Adventures of Life in Beijing

Western Academy Beijing

Learning has no boundaries.

-Confucius

 

Western Academy Beijing

Since many of you have asked, I wanted to tell you a little bit about what school will look like for our sons in Beijing. Starting in August they will be attending high school at Western Academy Beijing, a k-12 international school located just on the outskirts of the city.

Western Academy Beijing

We have had an opportunity to visit the campus, which is a colorful blend of traditional and modern Chinese architecture, featuring sculptures, green spaces and a tranquil pond in the center.

There are even bamboo trees and a koi pond  in the lobby of the high school building.

 

They will be joined by 430 other high school students representing 39 nations and 26 languages. The IB World Curriculum will be taught in English with elements of traditional and contemporary Chinese culture woven in through guest speakers, language classes and week-long field trips to other regions in China.

The facilities rival that of a college campus, with first-rate science and technology labs, visual and performing arts centers (with three theaters), libraries, dining courts and cafes, sports amenities including soccer fields, swimming pool, climbing wall and three full-sized gyms. For heavy pollution days, activities take place inside a purified air dome.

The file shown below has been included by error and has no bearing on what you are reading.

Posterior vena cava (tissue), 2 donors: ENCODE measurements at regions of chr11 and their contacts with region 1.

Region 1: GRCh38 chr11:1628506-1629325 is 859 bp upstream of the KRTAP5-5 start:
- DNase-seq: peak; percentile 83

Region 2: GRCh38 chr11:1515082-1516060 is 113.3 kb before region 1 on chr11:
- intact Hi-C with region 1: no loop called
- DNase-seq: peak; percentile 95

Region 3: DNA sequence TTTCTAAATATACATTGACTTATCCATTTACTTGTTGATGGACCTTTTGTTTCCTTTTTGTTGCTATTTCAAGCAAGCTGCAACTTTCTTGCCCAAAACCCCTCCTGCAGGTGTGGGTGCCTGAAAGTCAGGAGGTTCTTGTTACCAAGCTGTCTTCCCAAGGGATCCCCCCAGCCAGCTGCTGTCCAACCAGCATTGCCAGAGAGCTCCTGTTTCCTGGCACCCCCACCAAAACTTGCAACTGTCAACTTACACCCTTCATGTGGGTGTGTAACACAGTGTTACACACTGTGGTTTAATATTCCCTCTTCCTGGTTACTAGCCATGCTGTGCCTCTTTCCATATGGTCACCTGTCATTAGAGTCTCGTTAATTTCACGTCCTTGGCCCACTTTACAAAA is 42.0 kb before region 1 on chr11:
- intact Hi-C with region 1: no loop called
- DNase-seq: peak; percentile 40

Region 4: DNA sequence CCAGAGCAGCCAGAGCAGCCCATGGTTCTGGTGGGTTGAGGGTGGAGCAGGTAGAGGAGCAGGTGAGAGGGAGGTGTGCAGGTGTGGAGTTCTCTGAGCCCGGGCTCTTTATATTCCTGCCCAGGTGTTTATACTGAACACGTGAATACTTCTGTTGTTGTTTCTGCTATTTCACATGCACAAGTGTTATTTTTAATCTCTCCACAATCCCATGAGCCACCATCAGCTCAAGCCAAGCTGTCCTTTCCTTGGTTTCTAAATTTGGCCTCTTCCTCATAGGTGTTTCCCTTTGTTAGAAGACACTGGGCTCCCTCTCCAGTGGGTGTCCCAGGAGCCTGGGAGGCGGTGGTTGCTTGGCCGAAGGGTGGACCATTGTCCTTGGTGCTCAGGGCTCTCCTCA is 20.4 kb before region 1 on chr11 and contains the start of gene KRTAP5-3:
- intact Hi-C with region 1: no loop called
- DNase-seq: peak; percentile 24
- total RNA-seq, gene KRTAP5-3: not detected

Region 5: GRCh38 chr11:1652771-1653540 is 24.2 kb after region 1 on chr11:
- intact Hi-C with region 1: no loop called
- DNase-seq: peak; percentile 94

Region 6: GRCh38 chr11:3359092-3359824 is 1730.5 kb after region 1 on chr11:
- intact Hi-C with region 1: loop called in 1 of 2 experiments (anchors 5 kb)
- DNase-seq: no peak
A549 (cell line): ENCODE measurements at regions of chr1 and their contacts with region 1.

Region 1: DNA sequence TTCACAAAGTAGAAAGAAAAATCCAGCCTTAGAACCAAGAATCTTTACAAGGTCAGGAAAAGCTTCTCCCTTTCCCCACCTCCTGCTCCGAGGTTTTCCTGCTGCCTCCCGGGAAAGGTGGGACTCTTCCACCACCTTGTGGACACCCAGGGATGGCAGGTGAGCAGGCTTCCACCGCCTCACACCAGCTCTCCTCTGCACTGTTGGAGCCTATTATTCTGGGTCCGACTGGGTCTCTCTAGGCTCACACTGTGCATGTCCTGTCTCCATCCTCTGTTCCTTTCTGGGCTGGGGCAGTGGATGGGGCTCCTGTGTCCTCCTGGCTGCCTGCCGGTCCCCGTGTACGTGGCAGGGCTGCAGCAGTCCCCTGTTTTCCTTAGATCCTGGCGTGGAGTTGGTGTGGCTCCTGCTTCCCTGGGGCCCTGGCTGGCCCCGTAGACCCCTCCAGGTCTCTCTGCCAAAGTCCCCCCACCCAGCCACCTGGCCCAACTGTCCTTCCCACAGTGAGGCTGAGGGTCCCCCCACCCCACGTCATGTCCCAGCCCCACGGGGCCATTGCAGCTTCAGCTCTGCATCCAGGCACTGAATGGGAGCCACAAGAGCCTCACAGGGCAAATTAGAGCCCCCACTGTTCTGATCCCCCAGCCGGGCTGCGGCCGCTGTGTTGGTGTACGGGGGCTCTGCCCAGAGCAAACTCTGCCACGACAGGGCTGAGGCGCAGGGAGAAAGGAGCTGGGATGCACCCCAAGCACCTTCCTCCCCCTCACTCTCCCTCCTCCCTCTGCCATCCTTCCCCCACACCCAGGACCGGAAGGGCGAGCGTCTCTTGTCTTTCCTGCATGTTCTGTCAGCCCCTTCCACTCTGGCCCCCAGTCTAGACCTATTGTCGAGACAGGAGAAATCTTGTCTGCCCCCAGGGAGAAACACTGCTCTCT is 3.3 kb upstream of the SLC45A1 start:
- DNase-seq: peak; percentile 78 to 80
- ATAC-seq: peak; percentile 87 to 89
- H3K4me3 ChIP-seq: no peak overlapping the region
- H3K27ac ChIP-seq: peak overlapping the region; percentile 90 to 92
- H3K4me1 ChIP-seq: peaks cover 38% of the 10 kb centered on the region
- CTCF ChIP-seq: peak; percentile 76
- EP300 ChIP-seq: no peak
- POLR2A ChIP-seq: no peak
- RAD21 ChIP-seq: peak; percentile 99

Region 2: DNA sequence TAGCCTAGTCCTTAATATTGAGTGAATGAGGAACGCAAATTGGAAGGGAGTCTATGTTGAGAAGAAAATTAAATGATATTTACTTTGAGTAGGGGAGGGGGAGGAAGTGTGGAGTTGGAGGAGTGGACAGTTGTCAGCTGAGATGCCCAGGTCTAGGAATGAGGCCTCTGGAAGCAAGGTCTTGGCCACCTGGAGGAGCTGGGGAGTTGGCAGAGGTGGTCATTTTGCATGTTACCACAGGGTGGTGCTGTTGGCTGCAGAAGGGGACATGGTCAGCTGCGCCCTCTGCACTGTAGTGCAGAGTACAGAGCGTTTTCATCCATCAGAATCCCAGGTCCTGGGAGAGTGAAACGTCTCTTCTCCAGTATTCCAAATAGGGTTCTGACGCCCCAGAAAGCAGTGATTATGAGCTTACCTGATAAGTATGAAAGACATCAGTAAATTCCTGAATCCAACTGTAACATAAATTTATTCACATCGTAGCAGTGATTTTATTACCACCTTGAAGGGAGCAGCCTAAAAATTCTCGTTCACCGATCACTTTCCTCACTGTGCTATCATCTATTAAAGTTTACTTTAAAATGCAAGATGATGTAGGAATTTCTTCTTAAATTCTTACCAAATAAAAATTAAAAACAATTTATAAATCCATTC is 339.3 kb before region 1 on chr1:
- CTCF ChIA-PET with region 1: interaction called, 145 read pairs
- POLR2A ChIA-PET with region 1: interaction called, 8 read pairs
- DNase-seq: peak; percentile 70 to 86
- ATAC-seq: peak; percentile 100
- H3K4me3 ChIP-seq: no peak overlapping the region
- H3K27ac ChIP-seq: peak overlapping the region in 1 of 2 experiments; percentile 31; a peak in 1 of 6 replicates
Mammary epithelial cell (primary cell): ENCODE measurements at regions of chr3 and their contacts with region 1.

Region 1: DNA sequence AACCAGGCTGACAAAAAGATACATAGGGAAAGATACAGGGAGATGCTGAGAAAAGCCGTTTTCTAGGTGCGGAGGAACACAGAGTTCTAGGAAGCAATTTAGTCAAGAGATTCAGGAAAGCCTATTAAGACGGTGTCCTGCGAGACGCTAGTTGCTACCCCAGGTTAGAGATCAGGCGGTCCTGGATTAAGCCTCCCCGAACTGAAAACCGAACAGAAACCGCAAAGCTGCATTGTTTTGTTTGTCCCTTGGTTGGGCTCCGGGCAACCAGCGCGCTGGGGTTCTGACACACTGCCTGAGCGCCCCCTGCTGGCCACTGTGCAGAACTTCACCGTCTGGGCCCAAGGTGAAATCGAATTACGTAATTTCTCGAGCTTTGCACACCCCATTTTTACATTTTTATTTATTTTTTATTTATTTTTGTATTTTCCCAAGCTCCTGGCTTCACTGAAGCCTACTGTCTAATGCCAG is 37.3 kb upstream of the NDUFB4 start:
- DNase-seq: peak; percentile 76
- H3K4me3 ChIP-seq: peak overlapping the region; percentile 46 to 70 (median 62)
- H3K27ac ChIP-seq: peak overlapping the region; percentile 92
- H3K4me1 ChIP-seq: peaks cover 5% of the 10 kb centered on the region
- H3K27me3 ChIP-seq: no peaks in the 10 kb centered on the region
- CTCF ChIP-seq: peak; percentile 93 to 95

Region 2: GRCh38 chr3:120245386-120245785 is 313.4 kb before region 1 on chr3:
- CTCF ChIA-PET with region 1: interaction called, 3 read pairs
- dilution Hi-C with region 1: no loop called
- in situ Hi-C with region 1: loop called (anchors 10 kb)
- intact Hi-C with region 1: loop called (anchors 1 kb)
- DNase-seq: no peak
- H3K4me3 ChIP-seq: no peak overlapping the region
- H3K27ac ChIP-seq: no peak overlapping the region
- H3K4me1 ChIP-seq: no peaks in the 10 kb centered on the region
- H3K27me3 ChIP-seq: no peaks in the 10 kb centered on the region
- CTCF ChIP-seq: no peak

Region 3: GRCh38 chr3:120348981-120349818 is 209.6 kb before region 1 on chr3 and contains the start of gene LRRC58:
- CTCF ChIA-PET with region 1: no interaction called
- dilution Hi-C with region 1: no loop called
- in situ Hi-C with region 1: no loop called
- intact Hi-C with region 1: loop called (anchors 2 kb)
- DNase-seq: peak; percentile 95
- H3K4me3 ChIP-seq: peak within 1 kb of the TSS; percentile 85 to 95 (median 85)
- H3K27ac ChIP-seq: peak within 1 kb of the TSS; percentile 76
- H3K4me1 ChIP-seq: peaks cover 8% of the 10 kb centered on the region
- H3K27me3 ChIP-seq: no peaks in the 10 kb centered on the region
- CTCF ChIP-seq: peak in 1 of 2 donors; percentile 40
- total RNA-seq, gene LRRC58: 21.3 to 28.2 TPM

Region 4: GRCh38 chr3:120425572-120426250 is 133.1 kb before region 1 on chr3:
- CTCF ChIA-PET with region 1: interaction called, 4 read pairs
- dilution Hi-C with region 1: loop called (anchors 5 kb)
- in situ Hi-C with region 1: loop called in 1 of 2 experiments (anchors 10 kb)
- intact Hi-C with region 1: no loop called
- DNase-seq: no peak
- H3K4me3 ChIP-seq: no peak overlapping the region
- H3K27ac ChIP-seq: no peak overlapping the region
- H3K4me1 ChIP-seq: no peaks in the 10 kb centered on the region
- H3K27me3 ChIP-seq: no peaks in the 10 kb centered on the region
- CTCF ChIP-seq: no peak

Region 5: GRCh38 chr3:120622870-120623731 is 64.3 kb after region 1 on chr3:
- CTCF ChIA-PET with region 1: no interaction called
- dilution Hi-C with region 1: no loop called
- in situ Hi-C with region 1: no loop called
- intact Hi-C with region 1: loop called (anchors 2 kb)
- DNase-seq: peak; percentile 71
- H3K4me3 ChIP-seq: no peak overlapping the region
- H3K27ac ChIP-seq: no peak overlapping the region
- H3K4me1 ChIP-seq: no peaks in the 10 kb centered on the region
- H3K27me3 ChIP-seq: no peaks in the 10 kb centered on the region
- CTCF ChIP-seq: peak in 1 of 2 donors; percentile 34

To say this is an amazing opportunity is an understatement, and if my kids had a dollar for every time an adult has told them that recently, they’d have fat wallets. But it’s hard, hard, hard to leave friends behind, and I get that. I’m feeling it right there with them.

Have you had an opportunity to live abroad or travel for an extended period? What were the highs and and how did you manage the lows? We’d love to hear from you.

 

 

Comments (4):

  1. Maggie

    March 23, 2019 at 3:05 pm